This female is a success story all in herself, being born as a single cub to the Riverbank 3:3 female in early 2012.
Crested francolins photographed during a territorial dispute. These birds have spurs on the back of their feet that they attempt to kick and stab each other with, resulting in bouts filled with flurries of dust and feathers. f8; 1/400 at ISO 800
A white fronted bee-eater sits perched, waiting for its next meal. This has to be one of my favourite birds to photograph because of their incredibly beautiful plumage. f11; 1/500 at ISO 500
A crash of rhinos drink from a pan in the late afternoon. Despite being territorial, rhino bulls will allow other bulls to drink in their territory during the dry season, as long as the visiting bull avoids displaying dominant behaviour. f7,1; 1/60 at ISO 640
Two of the Majingilane males continue to push further east into areas that we assumed they had previously ceded. They have been spending a lot of time with the Ntsevu lionesses, just east of Londolozi. f7,1; 1/160 at ISO 1600
The Tailless lioness displays her rather unusual characteristic of hunting during the day on a hot winter’s morning. Despite being a rather unsuccessful mother during her life, her most recent litter has been well protected thus far. f5; 1/400 at ISO 800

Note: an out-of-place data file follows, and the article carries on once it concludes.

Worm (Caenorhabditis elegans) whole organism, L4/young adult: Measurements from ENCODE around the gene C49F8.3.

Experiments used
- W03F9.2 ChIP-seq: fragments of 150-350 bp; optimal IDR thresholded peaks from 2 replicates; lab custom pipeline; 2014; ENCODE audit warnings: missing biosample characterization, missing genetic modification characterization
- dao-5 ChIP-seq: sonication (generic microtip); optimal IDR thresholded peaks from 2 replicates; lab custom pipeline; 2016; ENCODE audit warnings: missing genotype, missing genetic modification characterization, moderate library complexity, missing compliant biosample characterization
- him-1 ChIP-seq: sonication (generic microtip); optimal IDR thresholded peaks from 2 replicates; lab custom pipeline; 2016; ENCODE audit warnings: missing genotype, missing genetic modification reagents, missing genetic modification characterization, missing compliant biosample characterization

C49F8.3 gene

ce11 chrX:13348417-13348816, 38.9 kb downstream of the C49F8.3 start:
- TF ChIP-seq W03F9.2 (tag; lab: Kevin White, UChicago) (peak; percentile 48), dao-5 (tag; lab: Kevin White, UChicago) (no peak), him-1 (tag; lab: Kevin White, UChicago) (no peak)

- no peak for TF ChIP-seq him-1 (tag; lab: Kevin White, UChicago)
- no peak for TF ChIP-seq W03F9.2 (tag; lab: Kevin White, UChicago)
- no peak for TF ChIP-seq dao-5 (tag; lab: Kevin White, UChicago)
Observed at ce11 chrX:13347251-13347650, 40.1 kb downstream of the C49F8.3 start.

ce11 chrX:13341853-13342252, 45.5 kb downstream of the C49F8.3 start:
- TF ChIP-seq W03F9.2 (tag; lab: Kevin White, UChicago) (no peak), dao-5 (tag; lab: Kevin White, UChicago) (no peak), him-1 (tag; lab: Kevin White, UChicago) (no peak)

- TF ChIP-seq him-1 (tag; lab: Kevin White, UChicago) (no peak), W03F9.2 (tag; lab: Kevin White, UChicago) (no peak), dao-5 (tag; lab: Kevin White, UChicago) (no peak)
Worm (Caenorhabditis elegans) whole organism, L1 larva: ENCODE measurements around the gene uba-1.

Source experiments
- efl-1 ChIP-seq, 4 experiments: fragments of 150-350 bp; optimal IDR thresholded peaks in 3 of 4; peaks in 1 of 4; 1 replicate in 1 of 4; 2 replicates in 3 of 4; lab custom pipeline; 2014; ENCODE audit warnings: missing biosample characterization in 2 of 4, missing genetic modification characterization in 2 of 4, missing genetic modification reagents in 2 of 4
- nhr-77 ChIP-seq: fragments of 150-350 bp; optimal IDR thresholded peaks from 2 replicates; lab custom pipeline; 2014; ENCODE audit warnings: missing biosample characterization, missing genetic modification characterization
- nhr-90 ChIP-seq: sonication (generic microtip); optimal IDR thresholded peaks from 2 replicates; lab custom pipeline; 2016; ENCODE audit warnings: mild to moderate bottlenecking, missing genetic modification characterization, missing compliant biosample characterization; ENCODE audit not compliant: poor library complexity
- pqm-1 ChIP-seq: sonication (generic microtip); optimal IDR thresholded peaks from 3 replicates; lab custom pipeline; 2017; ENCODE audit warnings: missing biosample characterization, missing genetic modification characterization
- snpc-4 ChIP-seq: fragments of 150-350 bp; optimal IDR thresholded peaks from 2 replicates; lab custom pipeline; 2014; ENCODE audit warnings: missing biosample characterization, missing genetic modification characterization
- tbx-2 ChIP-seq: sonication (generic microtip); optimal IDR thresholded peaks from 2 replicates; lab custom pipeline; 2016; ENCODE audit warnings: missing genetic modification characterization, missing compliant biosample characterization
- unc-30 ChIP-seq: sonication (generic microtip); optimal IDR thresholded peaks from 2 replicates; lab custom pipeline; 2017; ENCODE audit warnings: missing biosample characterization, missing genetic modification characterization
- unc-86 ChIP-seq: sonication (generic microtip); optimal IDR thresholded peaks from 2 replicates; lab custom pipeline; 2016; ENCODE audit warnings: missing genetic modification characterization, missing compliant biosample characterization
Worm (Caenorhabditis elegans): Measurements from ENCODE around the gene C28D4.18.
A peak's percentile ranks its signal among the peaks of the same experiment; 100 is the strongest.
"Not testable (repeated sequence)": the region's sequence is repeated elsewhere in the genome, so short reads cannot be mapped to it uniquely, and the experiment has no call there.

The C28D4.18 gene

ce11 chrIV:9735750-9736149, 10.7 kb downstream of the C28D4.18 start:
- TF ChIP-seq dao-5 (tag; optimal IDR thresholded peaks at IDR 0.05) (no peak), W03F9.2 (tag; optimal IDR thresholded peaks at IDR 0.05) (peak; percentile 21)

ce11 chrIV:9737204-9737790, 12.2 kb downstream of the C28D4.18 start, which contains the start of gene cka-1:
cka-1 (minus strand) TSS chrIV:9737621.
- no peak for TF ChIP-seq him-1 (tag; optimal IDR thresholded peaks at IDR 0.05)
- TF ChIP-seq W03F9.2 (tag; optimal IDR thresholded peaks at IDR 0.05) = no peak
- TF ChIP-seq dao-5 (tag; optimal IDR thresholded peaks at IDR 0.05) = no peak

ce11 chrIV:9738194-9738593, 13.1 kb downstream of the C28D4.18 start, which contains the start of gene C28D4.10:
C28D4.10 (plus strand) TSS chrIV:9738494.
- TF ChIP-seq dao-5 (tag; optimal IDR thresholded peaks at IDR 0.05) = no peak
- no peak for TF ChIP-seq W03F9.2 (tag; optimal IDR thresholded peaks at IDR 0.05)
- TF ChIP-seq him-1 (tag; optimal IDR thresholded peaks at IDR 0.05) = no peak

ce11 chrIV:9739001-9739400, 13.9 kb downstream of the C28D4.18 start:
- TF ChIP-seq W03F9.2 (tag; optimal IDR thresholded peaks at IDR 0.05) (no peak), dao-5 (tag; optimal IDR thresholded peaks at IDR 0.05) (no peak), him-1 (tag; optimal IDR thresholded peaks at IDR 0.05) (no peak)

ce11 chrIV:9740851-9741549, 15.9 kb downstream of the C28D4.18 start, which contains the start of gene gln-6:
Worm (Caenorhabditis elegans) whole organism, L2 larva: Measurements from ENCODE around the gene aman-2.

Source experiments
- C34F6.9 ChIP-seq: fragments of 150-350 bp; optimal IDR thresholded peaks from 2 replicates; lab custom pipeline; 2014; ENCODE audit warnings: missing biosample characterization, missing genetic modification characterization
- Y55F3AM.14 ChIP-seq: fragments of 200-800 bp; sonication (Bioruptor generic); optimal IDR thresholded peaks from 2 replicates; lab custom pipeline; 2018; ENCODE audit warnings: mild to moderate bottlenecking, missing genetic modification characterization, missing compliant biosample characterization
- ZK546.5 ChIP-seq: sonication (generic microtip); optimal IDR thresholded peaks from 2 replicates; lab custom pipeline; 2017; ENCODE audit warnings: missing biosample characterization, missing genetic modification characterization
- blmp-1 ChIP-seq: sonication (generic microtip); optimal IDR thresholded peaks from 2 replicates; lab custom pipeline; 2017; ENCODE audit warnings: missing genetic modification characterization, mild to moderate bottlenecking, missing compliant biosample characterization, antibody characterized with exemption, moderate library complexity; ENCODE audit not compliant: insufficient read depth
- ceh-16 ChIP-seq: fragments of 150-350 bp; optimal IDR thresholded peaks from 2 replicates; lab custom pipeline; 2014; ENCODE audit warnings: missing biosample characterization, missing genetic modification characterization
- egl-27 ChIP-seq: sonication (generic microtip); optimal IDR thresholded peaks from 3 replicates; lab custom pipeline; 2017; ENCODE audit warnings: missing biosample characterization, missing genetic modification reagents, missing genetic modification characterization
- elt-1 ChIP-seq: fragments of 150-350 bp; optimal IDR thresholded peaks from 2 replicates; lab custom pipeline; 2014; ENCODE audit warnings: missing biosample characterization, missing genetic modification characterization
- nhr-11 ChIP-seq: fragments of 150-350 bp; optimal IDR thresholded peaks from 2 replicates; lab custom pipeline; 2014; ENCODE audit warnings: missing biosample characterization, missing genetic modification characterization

A rufous-naped lark calling from a perch in the early morning. These small but feisty birds are highly territorial. f5,6; 1/4000 at ISO 500
A rather unusual capture of a rhino bull approaching a waterhole as a giraffe takes a drink. The water droplets are from the characterisitc head flick of the giraffe at the end of its sip. f5,6; 1/3200 at ISO 1250
The Tamboti female as she led her cubs away from a kill they had recently finished. With cubs growing rapidly, she will need to start hunting almost immediately again. f6,3; 1/500 at ISO 1600
A Tsalala Breakaway lioness rolls over and grooms herself on a beach in the Sand River before getting up and going on the hunt. f5,6; 1/2500 at ISO 1250
A yellow-billed hornbill with a recently caught grasshopper. These birds have an eclectic diet, which includes many species of small animals, scorpions, bird eggs, quelea chicks, termites and even fruit. f5,6; 1/640 at ISO 800
One of the Nkoveni youngsters finds refuge from a hyena in a Tamoboti tree. It will be interesting to see what happens to this leap of leopards with the likely arrival of a new male leopard into the Piva male’s now-vacant territory. f5,6; 1/800 at ISO 500
A gorgeous female who is found to the east of camp. Easily recognised by her 2:2 spot pattern she is often to be found in Marula trees.
Another highlight of the week; the Tatowa female with one of her cubs, which I had not seen until now. Her cubs and the Tamboti female’s cubs are a very similar age and have at times been seen just a few hundred meters apart. f5; 1/800 at ISO 500
The Tatowa female was one of a litter of three females born in early 2012 to the Ximpalapala female of the north.
A beautiful sunrise from a favoured elephant crossing point on the Sand River. One thing I’ll miss about winter is being able to watch the sunrise out on game drive every morning. f5; 1/1600 at ISO 1000